To earn a living actually living in Ukraine is extremely easy as a native English speaker. There are IT firms and schools constantly looking to hire qualified, or unqualified, native speakers. Since the war broke out in Ukraine, this is only more true because so many foreigners have left. Native English speakers in Ukraine make a significant amount more than their Ukrainian counterparts, though they also make a significant amount less than your average native English speaker in just about every other European country. Ukraine being as cheap as it however, you can live better here on a $2,000 a month salary than you could almost anywhere else on 2 or 3 times that.
The Kamianets Podilskyi castle.

Let's play a quick round of "In Ukraine". I'll give you a topic (food, relationships, etc) and you write down the first word or phrase that comes to mind:
metro - The metro lady in her blue uniform and hat who sits behind that little desk looking miserable all day.

borsch - Different, but always delicious!

salo - Not my thing, but you can get it dipped in chocolate in Kiev!

English teachers - Mostly teaching for the first time, mostly here for the women.

plastic bags - They charge you for them here!

marshrutka - Satan's preferred method of transport. Horrible.

government - Corrupt. 

favorite nightspot - The Golden Ducat (cafe).

worst restaurant in town - Any place that sells sushi, pasta, and pizza under the same roof.

the police - Corrupt.

summer - As hot as winter is cold.

women - Beautiful... but deadly. 

men - Friendly but prone to alcohol.

customer service - Non-existent.

babushki - Just think of all they've lived through!

market - Authentic. A true experience.

watermelons - Summer!

style - Some women have it, most men don't.

safety - Walking the streets at night is dangerous... Not because someone might come up and try to rob you, but because you might trip over a pothole!

tea and coffee - I've had more tea here than I've had everywhere else, combined!

the grivna - Worthless.

Kharkiv - Back in the U.S.S.R.

How has living in Ukraine changed you? Have you picked up any superstitions (like whistling indoors = no money)? 

I don't take good customer service for granted anymore... I went back home to Florida last Christmas and had completely forgotten how wonderful waitstaff and other customer service people in America are. Best in the world. 
I grip the seat harder when I'm in a car here... I've become used to taking my shoes off at the front door. I still whistle though because, diminishing money or no, the rhythm is gonna get you.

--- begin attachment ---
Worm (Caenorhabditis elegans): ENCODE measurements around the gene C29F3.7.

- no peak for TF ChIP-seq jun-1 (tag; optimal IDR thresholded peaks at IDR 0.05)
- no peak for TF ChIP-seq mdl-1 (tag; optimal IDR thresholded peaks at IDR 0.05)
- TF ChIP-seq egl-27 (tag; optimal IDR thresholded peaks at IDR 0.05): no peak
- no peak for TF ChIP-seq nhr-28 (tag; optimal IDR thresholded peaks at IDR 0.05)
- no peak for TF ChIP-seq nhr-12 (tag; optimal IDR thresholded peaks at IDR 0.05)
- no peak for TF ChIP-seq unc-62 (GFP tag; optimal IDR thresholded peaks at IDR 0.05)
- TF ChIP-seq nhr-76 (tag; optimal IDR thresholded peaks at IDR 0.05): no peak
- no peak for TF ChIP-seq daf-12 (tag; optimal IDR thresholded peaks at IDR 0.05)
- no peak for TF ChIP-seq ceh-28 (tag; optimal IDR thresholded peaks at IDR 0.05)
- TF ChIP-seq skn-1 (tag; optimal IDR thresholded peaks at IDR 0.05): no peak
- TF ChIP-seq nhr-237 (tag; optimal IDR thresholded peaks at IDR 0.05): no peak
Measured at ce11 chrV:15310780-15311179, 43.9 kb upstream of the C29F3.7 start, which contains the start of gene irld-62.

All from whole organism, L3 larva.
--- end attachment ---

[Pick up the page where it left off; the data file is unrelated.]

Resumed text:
On a more serious note, what's it like to be in Kharkiv these days? Would you caution other foreigners from visiting Ukraine at this point?

The atmosphere in Kharkiv is much more tense than it used to be. Everyone is waiting for something to happen. Otherwise, the only visible difference I've noticed is that the huge Lenin statue in Freedom Square has been torn down... that and there are far more Ukrainian flags around. As for visiting, I'm not sure why anyone would be looking to come to Kharkiv anyway... Go to Lviv. It's beautiful and has been little affected by recent events.
It's been almost 1 year since Lenin came down in Kharkiv's main square.

Looking back at all of your world travels so far, can you describe your best off-the-beaten-track discovery?

Just one?? Iceland is still remarkably underrated and is so beautiful it renders heaven entirely inadequate. The Puglia region of Italy.
 Essaouira, Morocco. Everything in Lviv. Cafe Regatta in Helsinki. Hot chocolate from Chokladkoppen in Stockholm. The writer Italo Calvino. Norwegian train travel. Polish Pierogis. Ukrainian Varenyky. Piti in Sheki, Azerbaijan. Italian Spritz. Every used bookstore I've stumbled across...

Any words of advice for aspiring writers and world travelers?

Work somewhere that will benefit your writing - teaching is perfect for this! Read a lot, and read everything. And, of course, become a traveler. Once you're a traveler, don't stop traveling. You'll inevitably arrive at a place you fall in love/become comfortable with. If you stay more than a year, you'll get stuck. Leave. You can always come back after you've seen what else the world has to offer. Oh, and read this: The 11 Rules of Traveling.

Brendan, thank you so much for giving us a peek into your world : ) Long live your spirit of "fernweh"!

Extra credit:
Get more Brendan @ My Life in Transit
Get more Ukraine interviews here.